Artistic Director José Luis Moscovich led an out-sized production of the opera Carmen on Saturday, June 2 in the South Bay’s intimate Lucie Stern Theater. Brought to musical life by French composer Georges Bizet from a novel by Prosper Mérimée, this steamy pot-boiler was the backdrop for one of the best casts that I have heard here.
And hearing that cast in this modest theater was a triumph of nuance over the usual operatic excess, with the title character’s range and deft pianissimos immersing us into the experience. Although that experience was, admittedly, a little creepy, like the TV reality shows of our own day (think “Teen Mom” meets “Cheaters”), we were asked to let go of our morals and descend into the minds of a careless femme fatale and her abusive lover, but it was a descent that was propelled by truly divine music.
Rather than the usual reduction of an orchestral score, Moscovich simultaneously conducted a pit orchestra of strings and two additional groups of winds and brass on two-level tiers on the left and right edges of the stage. This enabled him to do justice to the music while enjoying the acoustics and immediacy of the house, and it was particularly apt for the colorful flavors of Bizet’s orchestration.
Set in Southern Spain, Carmen explored the staccato rhythms of Flamenco and the middle-east influenced tonalities of Spanish Gypsies, and all immersed in a very French school of music. Bizet added a flair for mood and color, weaving “leitmotifs” through the whole that we associate with each character, much as Wagner was then exploring in neighboring Germany.
And so the ability to present the full score was essential to this production, with lovely flute duets and English horn, oboe and bassoon harmonies. The tiered performers is a strategy that Moscovich has employed over the last several years, and it did not interfere with the on-stage action, as those musicians in the wing tiers were shrouded in darkness with their stands carefully back lit. (Actually, I would have been just as happy to have them spotlit so that I could watch them and go more deeply into Bizet’s evocative score.)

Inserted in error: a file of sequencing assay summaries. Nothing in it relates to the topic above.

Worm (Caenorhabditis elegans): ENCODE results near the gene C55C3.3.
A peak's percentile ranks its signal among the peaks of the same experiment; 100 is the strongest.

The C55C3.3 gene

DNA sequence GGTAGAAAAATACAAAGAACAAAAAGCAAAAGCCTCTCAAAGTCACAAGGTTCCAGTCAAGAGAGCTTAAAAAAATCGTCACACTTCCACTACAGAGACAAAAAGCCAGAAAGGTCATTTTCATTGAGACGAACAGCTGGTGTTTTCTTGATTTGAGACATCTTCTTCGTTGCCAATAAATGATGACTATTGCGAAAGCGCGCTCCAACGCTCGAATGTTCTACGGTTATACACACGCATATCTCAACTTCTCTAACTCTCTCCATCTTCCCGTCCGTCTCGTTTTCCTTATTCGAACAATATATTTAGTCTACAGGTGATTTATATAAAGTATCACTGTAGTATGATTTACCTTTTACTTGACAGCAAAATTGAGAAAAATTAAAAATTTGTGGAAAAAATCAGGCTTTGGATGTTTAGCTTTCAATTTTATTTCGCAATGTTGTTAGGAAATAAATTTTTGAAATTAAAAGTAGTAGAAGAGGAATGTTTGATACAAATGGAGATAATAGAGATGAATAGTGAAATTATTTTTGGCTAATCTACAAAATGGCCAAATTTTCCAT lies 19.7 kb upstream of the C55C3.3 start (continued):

Nikola Printz starred as Carmen, the Gypsy whose heart was as unfettered as the breezes, singing with a mesmerizing and earthy mezzo. There was a streak of cruelty in her freedom, in her faithfulness to her own heart. She inhabited a passion that was completely without compassion… but fiery! Her big top notes burned down into soft embers that penetrated right through us.
Salvatore Atti played the moth to her flame as Don José, a tenor with a dry and dusty beauty. In his big solo he made it dangerously easy to empathize with him, even as he stalked the woman he loved (or loved to hate).
And you probably can guess how these things would end, with jealousy and the straitjackets of society creating a power imbalance that fueled the war between the sexes. After Carmen dropped him for a hot new Toreador, Don José’s obsession spiraled inevitably downward into murder.
That Toreador was Krassen Karagiozov, a svelte baritone who is always a delight around the Bay Area. Tall and dangerously handsome, his larger-than-life voice was perfect for a bull fighter who is completely full of himself, and he delivered the well-known song of the Toreador with panache. And that, of course, helped propel Don José’s jealousy.
Arrayed against that train wreck, and giving it definition, is Micaela, a chaste country girl who is in love with Don José. María Fernanda Brea sang that soprano role with delicate upper notes and a winsome manner. Those wholesome hiccups matched Printz’ simmering growls, underlining the poles of love.
Supporting this artful quartet was Kiril Havezov as the Lieutenant of Dragoons, the voice of the Law and a favorite Bay Area Bass. Four more excellent singers took the smaller roles: Maya Kherani and Anna Yelizarova as fellow gypsy singers (and really good dancers!), and baritone Jackson Beaman and tenor Carmello Tringali as partisans or dragoons as needed.
Bizet, who died of a heart attack at the age of 37 before finding out that his opera was a huge success, wrote several of the World’s most popular opera arias, including Carmen’s sultry “Habanera,” where descending half-steps would lead one to agree that, “love is a rebellious bird/that none can tame… A gypsy child/ that has never known the law.” Printz was excellent here, sultry and commanding.
This production of Carmen was sold out for all four performances, and completes this season in style. Next October they will open with the much-loved La Boheme, with tickets and information available at westbayopera.org.
Both photos of Nikola Printz and Salvatore Atti by Otak Jump.